An online resource based on the award-winning nature guide – maryholland505@gmail.com

Fisher Landing Imprint

fisher landing IMG_0793Although fishers are agile climbers, they catch most of their prey and do the vast majority of their traveling on the ground. Occasionally, often in coniferous forests or if threatened, they will climb a tree. When they decide to come down, they jump and land on all four feet. If there is snow on the ground, the fisher leaves an impression, the clarity of which is determined by the depth and relative dryness of the snow. In the wet snow we’ve had recently, a fisher’s four feet left clear tracks when it landed on the ground, and you can even see a slight depression where its head touched the snow. Sometimes the tail is also evident. In this photograph, you can tell the direction in which the fisher intended to head without even looking for further tracks, just from the angle of its body.

5 responses

  1. tcjo@netzero.net

    Good picture. I saw fisher landing prints in a pine forest last week, but was not as clearly defined. Tarun

    January 16, 2013 at 3:18 pm

  2. patricia corrigan

    Dear Mary,

    I inadvertently erased the wonderful post on Chickadees.  I wanted to send it to my friend who studies them.  Any chance you could send another one?

    Thank you!

    Patricia Corrigan

    ________________________________

    January 16, 2013 at 3:30 pm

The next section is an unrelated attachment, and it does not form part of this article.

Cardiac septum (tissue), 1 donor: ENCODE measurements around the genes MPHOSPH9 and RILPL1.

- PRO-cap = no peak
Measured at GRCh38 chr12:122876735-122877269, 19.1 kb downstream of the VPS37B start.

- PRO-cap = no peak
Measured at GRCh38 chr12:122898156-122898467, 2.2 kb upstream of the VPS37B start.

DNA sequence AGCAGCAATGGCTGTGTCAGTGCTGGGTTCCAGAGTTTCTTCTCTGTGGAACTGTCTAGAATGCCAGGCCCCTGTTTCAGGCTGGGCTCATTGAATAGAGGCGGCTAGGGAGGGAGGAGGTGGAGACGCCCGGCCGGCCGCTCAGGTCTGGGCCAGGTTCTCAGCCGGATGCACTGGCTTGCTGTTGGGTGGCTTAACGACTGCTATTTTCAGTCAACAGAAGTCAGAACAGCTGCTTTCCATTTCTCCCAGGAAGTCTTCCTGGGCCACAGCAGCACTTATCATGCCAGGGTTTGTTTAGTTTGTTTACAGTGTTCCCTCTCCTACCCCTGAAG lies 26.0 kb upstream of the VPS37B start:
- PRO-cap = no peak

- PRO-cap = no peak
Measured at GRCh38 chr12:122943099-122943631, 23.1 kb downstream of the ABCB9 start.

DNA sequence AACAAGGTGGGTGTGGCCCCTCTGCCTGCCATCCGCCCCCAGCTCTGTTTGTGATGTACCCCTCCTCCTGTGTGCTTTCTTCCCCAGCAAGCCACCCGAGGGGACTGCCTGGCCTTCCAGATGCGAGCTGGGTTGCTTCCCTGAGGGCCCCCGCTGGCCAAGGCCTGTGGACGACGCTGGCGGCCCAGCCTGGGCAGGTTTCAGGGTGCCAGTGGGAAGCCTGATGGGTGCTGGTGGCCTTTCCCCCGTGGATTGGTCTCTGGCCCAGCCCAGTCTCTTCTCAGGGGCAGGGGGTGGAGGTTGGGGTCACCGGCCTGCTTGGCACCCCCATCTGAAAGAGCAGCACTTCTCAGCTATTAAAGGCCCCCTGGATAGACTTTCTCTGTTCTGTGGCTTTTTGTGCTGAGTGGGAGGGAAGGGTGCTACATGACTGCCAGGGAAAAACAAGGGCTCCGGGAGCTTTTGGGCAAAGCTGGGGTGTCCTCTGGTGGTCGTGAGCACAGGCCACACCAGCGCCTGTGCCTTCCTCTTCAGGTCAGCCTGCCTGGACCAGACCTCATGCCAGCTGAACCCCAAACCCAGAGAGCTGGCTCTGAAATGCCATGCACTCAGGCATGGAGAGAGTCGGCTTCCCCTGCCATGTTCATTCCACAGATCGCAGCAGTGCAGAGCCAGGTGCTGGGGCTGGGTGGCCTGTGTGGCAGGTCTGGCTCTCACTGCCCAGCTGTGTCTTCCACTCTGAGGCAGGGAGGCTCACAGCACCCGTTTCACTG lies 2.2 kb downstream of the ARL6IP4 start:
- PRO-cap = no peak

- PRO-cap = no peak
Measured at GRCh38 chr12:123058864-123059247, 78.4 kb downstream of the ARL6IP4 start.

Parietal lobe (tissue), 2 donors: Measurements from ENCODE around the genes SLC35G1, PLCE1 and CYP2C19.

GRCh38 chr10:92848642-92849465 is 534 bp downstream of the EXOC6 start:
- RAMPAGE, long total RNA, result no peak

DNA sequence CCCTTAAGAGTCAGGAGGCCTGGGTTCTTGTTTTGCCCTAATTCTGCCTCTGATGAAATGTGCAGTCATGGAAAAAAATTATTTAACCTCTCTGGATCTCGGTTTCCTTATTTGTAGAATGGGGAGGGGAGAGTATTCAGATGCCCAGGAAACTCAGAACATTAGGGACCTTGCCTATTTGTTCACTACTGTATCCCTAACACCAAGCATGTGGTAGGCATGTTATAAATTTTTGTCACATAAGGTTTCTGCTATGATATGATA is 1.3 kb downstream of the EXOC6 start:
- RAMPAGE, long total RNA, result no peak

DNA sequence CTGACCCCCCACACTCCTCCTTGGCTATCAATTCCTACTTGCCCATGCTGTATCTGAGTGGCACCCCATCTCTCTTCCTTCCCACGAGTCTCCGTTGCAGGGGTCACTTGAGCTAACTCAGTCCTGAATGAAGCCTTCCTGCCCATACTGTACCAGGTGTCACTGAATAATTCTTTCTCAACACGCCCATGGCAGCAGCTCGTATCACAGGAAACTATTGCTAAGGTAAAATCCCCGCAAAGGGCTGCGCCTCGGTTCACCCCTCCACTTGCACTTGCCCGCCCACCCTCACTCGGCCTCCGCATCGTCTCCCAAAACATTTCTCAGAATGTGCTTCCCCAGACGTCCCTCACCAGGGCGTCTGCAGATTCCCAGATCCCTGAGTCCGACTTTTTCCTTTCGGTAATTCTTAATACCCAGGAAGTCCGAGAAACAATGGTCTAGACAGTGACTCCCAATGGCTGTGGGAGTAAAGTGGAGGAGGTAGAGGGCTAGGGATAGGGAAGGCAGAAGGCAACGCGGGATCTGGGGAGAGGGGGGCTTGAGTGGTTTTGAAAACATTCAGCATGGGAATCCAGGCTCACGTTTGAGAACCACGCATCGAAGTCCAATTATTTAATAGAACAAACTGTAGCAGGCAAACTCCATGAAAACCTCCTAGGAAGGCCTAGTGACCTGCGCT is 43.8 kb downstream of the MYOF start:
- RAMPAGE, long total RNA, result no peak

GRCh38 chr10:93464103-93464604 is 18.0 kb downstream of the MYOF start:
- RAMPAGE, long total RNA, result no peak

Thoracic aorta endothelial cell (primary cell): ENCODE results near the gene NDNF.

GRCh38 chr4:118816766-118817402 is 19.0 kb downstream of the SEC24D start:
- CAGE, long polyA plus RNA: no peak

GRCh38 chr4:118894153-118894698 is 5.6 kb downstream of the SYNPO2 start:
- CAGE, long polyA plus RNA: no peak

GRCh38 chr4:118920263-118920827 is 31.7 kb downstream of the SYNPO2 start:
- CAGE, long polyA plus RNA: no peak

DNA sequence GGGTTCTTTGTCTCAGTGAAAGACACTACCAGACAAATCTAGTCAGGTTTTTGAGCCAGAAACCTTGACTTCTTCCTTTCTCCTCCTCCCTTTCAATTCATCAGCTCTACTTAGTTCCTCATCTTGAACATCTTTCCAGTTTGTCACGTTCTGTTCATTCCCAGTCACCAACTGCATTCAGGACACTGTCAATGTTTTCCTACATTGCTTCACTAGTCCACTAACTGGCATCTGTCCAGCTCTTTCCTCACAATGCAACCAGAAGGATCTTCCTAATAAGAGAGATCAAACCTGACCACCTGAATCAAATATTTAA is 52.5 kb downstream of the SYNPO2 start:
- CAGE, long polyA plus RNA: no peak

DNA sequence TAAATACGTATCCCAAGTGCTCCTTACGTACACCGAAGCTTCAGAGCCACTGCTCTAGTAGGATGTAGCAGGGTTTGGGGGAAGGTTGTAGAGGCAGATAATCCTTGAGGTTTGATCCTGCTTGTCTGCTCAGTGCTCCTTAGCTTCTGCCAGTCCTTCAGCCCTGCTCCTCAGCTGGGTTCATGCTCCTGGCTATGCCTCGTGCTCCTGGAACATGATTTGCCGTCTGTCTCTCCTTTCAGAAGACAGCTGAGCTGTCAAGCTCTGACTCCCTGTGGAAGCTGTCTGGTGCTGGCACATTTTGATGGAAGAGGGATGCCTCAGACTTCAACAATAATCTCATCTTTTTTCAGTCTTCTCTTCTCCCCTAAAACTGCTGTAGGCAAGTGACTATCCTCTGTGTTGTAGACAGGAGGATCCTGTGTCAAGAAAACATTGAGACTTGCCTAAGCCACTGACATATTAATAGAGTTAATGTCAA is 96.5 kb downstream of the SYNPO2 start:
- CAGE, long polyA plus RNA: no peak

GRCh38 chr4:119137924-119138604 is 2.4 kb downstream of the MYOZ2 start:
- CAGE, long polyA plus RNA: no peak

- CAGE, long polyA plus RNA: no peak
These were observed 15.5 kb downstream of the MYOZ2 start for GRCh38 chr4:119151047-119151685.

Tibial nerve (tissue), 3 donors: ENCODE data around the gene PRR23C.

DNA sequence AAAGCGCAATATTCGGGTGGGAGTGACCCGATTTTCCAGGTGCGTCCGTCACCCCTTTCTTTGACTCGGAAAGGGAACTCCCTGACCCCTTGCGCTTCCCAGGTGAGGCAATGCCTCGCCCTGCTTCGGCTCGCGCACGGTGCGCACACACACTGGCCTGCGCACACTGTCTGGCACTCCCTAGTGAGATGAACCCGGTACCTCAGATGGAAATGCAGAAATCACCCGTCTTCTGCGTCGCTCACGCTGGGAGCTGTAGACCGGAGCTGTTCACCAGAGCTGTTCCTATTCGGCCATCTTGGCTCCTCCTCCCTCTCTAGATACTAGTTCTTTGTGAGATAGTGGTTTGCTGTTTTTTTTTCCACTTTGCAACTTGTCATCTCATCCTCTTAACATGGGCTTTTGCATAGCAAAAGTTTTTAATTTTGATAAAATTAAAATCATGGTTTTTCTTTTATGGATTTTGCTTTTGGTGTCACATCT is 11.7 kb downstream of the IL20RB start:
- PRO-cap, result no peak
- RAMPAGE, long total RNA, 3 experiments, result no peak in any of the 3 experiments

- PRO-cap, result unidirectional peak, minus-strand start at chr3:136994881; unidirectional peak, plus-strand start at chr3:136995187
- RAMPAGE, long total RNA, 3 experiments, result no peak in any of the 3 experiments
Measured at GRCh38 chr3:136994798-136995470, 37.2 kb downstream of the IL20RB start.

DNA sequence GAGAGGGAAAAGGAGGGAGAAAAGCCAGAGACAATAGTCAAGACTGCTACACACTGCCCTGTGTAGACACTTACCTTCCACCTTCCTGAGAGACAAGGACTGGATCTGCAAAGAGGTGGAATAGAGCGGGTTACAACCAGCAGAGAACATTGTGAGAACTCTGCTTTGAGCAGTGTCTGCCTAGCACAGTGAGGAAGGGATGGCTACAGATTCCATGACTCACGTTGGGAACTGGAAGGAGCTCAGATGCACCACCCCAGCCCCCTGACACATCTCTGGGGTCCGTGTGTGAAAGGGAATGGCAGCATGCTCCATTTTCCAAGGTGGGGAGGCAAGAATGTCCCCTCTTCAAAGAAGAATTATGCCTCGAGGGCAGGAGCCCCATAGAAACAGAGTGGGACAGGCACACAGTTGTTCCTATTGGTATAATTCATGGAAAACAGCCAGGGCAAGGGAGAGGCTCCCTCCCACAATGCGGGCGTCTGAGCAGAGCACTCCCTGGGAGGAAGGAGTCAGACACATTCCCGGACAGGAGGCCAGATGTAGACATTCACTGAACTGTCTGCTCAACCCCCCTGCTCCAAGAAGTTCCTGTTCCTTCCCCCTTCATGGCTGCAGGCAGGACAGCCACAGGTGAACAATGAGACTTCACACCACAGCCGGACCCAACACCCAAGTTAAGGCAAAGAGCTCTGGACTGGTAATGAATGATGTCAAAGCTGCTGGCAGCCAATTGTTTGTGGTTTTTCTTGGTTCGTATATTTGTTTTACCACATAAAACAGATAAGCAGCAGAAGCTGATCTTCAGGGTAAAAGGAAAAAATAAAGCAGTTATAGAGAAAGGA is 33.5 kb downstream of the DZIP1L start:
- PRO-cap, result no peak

3. I’m learning a lot about tracking from your post – what to look for and how to “read” them. We haven’t had any snow here, but lots of rain, so it will fun looking for tracks on my next walk around the farm.

    January 16, 2013 at 3:42 pm

  4. Al Stoops, Nelson NH

    Up to a few years ago I could almost count on finding fisher track on a good walk in the woods, while bobcat tracks were a rarity. The past few years that seems to be reversed (although we did find fisher tracks of various ages this past Monday. As well as lots of bobcat tracks). Have others noticed this as well?

    January 17, 2013 at 4:05 am

    • I wish I could say the same, Al. I think I need to be a little further from civilization to share your experience, though bobcat numbers are definitely up!

      January 17, 2013 at 3:03 pm

Leave a Reply

Fill in your details below or click an icon to log in:

WordPress.com Logo

You are commenting using your WordPress.com account. Log Out /  Change )

Google photo

You are commenting using your Google account. Log Out /  Change )

Twitter picture

You are commenting using your Twitter account. Log Out /  Change )

Facebook photo

You are commenting using your Facebook account. Log Out /  Change )

Connecting to %s